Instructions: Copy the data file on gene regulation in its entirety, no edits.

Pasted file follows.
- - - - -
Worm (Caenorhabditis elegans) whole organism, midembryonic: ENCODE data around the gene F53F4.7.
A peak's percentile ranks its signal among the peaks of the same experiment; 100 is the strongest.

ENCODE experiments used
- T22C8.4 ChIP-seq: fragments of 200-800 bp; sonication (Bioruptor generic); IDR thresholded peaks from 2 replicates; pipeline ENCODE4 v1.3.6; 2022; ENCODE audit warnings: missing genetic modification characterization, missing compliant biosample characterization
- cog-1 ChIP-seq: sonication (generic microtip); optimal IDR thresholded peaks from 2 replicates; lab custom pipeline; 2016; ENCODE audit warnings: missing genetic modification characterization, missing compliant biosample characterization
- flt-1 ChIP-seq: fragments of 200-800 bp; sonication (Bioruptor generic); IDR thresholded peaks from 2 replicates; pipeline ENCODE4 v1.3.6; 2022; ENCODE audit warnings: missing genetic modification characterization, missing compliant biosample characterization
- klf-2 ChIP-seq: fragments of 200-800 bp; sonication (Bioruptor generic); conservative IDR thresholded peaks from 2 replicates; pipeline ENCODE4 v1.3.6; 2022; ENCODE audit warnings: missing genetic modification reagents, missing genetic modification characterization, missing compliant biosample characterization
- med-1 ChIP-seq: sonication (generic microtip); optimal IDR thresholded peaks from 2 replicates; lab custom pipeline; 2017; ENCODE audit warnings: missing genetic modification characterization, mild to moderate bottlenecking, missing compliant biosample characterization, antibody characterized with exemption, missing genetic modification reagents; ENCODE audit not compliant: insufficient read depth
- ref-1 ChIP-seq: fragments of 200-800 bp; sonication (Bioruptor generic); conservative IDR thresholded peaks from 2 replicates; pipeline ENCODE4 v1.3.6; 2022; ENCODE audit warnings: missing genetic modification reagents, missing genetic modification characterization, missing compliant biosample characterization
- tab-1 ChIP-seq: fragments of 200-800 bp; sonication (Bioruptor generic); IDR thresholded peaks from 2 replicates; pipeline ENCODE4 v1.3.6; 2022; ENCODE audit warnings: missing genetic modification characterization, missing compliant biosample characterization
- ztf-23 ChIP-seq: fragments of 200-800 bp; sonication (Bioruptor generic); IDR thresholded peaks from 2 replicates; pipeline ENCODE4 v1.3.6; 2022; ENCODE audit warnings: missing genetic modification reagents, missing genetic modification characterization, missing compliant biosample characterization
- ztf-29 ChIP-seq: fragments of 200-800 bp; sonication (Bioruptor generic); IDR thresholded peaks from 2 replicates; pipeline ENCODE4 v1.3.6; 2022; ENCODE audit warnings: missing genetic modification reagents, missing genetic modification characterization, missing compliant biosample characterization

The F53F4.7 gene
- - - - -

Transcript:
Worm (Caenorhabditis elegans) whole organism, midembryonic: ENCODE data around the gene F53F4.7.
A peak's percentile ranks its signal among the peaks of the same experiment; 100 is the strongest.

ENCODE experiments used
- T22C8.4 ChIP-seq: fragments of 200-800 bp; sonication (Bioruptor generic); IDR thresholded peaks from 2 replicates; pipeline ENCODE4 v1.3.6; 2022; ENCODE audit warnings: missing genetic modification characterization, missing compliant biosample characterization
- cog-1 ChIP-seq: sonication (generic microtip); optimal IDR thresholded peaks from 2 replicates; lab custom pipeline; 2016; ENCODE audit warnings: missing genetic modification characterization, missing compliant biosample characterization
- flt-1 ChIP-seq: fragments of 200-800 bp; sonication (Bioruptor generic); IDR thresholded peaks from 2 replicates; pipeline ENCODE4 v1.3.6; 2022; ENCODE audit warnings: missing genetic modification characterization, missing compliant biosample characterization
- klf-2 ChIP-seq: fragments of 200-800 bp; sonication (Bioruptor generic); conservative IDR thresholded peaks from 2 replicates; pipeline ENCODE4 v1.3.6; 2022; ENCODE audit warnings: missing genetic modification reagents, missing genetic modification characterization, missing compliant biosample characterization
- med-1 ChIP-seq: sonication (generic microtip); optimal IDR thresholded peaks from 2 replicates; lab custom pipeline; 2017; ENCODE audit warnings: missing genetic modification characterization, mild to moderate bottlenecking, missing compliant biosample characterization, antibody characterized with exemption, missing genetic modification reagents; ENCODE audit not compliant: insufficient read depth
- ref-1 ChIP-seq: fragments of 200-800 bp; sonication (Bioruptor generic); conservative IDR thresholded peaks from 2 replicates; pipeline ENCODE4 v1.3.6; 2022; ENCODE audit warnings: missing genetic modification reagents, missing genetic modification characterization, missing compliant biosample characterization
- tab-1 ChIP-seq: fragments of 200-800 bp; sonication (Bioruptor generic); IDR thresholded peaks from 2 replicates; pipeline ENCODE4 v1.3.6; 2022; ENCODE audit warnings: missing genetic modification characterization, missing compliant biosample characterization
- ztf-23 ChIP-seq: fragments of 200-800 bp; sonication (Bioruptor generic); IDR thresholded peaks from 2 replicates; pipeline ENCODE4 v1.3.6; 2022; ENCODE audit warnings: missing genetic modification reagents, missing genetic modification characterization, missing compliant biosample characterization
- ztf-29 ChIP-seq: fragments of 200-800 bp; sonication (Bioruptor generic); IDR thresholded peaks from 2 replicates; pipeline ENCODE4 v1.3.6; 2022; ENCODE audit warnings: missing genetic modification reagents, missing genetic modification characterization, missing compliant biosample characterization

The F53F4.7 gene